The former Real Madrid youngster has had a tough season in Italy, but Kiyan Sobhani says he’s the final piece for Vicente del Bosque’s restoration act. Arsenal, Chelsea: take notes…
Spain of 2008-2012 were masterful. That was a four-year span of unparalleled dominance by a country; one so good that we may not see anything quite like it again in our lifetimes. But when Spain, the defending World Cup champions, plummeted in 2014, many were ready to write them off for their next run in France two years later.
But others knew that this team was just a tweak or two away from restoring its elite status.
In 2014, the Spanish lost the venerable yet regressive spine of Xabi Alonso and Xavi. Their only real striker who linked well with the rest of the team, David Villa, was on the wane and didn’t feature until the final group stage game when la Roja were already out.
Neither Diego Costa nor Fernando Torres could play as a proper targetman, nor were they providing any fluidity that could mesh with the midfield. The Spanish dynasty was proclaimed to be over – or so they said, anyway.
Morata is the symbol of something fresh for this Spanish team – part of a core of players who have breathed new life into the camp.
The chatter about Spain’s cycle coming to an end was loud, but it didn’t take into account the nation’s youth production, nor did it consider the envious depth that Vicente del Bosque has at his disposal.
Alvaro Morata, a moderate goalscorer who seemingly stores his net-ripplers for the big moments, has gained momentous experience since 2014 – and looks ready to make the leap as Spain’s next Villa. It’s a role that’s needed filling urgently.
Now, Del Bosque no longer needs to rely on the bohemian Costa, nor the wandering Torres. In midfield, 29-year-old Nolito – who didn’t even feature in Spain’s historic six-year run – is now an integral part of this team, and even at his age, a fresh injector of direct running on the left flank. Andres Iniesta, still in his peak, binds this team together.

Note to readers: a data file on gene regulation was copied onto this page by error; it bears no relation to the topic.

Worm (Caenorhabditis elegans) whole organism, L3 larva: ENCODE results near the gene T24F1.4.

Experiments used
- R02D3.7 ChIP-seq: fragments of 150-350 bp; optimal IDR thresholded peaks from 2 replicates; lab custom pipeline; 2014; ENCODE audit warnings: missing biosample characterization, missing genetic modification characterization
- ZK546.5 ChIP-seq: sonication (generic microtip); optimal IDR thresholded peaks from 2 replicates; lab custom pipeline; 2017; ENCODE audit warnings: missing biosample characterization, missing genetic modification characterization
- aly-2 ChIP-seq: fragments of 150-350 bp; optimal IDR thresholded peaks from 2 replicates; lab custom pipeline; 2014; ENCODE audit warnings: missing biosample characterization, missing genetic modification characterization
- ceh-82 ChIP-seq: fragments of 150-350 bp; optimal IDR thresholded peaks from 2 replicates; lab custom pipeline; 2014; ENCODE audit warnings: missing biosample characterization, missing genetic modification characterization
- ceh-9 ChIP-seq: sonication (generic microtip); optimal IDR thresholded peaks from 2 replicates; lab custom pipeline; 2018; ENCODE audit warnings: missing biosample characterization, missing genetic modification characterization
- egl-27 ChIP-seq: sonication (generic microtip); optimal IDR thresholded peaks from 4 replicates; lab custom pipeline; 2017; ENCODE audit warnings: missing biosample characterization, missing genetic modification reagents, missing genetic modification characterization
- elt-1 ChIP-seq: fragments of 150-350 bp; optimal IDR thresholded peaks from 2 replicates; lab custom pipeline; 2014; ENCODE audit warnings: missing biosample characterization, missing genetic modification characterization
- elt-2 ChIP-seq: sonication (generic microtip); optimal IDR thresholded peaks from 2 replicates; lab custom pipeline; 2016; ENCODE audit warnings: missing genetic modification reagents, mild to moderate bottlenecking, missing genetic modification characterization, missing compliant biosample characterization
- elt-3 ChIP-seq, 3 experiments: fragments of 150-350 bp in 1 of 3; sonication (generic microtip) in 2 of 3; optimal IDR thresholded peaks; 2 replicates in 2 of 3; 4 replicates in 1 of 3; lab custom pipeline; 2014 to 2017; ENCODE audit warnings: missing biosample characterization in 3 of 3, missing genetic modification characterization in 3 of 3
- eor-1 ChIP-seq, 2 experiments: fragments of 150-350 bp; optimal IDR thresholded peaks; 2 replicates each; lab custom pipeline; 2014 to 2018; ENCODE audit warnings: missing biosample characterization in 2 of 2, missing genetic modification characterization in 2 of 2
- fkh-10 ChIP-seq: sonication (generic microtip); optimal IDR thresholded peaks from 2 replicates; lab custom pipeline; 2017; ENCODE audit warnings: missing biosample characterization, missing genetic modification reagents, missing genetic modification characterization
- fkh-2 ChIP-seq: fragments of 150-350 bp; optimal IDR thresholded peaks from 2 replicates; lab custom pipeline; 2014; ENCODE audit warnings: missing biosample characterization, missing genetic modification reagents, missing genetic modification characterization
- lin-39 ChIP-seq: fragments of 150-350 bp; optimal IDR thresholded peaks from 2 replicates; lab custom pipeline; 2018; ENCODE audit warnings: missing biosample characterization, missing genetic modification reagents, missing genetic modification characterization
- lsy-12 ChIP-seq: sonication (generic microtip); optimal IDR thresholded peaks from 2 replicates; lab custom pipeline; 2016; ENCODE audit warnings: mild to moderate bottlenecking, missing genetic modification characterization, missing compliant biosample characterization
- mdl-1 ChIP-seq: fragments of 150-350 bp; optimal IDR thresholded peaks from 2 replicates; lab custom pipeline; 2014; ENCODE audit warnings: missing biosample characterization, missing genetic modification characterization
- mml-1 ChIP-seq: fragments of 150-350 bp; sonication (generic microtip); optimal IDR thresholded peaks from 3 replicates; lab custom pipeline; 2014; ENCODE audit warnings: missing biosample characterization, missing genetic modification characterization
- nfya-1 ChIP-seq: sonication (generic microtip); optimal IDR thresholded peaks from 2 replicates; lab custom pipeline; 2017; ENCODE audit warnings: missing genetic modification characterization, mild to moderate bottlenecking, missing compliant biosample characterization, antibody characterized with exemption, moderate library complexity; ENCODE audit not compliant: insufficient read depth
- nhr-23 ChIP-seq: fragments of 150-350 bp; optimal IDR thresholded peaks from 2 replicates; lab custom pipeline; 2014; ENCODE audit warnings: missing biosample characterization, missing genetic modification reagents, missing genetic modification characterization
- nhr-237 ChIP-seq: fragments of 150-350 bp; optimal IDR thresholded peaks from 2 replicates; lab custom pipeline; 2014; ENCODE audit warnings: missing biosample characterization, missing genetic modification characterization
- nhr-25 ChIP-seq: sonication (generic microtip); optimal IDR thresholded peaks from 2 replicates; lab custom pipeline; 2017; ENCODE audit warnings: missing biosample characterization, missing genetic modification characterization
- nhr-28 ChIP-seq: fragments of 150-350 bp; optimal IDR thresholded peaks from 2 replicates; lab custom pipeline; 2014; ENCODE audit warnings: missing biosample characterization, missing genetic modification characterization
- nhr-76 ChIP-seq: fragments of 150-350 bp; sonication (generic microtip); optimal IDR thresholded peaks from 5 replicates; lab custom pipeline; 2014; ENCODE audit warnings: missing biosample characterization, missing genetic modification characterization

Morata, though, is the symbol of something fresh for this Spanish team – part of a core of players who have breathed new life into the camp. The team looks crisp, and has a good balance of veteran leadership and youth. Mentally they appear calm and confident.
This team takes a direct approach to their dominance, and as such they look more like the 2008 European Championship-winning side than their 2010-12 death-by-football incarnation. 2014, then, would be the forgotten anomaly – and Morata is a big reason for this.
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Morata's not just a goalscorer, nor simply an aerial threat or target-man. He creates, he has character, and is extremely mobile.
When Spain embarrassed Turkey, the Juventus striker was a menace. In his first match against the Czech Republic, he came in for criticism after a relatively anonymous match.
Morata was the entire package against Turkey, however, further validating his status as a big-game striker. He bounced back confidently with two goals, linking well with the players hovering around him - Nolito, Iniesta, Juanfran and David Silva.
Nolito picked out Morata for Spain’s opening goal, and that combination was emblematic of the team as a whole – the duo’s directness balance Silva and Iniesta’s delicacy. Spain’s diversity is what makes them so difficult to deal with.
Morata gives Spain a pulse that his predecessors (see Costa, Torres, Robero Soldado, Alvaro Negredo and Paco Alcacer) have all failed to provide. He’s not just a goalscorer, nor simply an aerial threat or targetman. He creates, he has character, and is extremely mobile.
He’s just as comfortable making a darting run on the wing to put in a cross – an underrated aspect of his game – as he is finishing off a cross slung into the area. He also drops deep, can play as a second forward, can dribble through tight spaces, and holds up the ball well.
Spain’s blueprint requires more from its striker than just goals, and Morata is meeting that call.
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Morata’s emergence gives Spain a lifeline not only for 2016, but for the next generation. Aged 23 he has all the attributes to give the national team something no other Spanish striker can currently provide, particularly as the team heads into the knockout rounds and faces other heavy favourites in the competition.
In the past three years, Morata has showed up in big games – and if that’s anything to go by, we haven’t seen him peak at Euro 2016 yet. When he was just 21, he impressed against Barcelona in El Clasico; the season after, he knocked Real Madrid out of the Champions League semi-finals with a goal at the Bernabeu; this season, he turned in his best game of an otherwise disappointing campaign against Bayern Munich in the Champions League quarter-finals.
If Morata’s rise brightly sets up Spain’s future in attack, it also provides an enormous boost right now. Spain’s window with Iniesta – a player who will go down as one of the best ever once all is said and done – is concluding. After this tournament, it might be shut.
Del Bosque is lucky that Morata’s emergence overlaps with Iniesta’s final blitz, and he’s thankful that his team now has a spearhead after that state of pre-tournament uncertainty.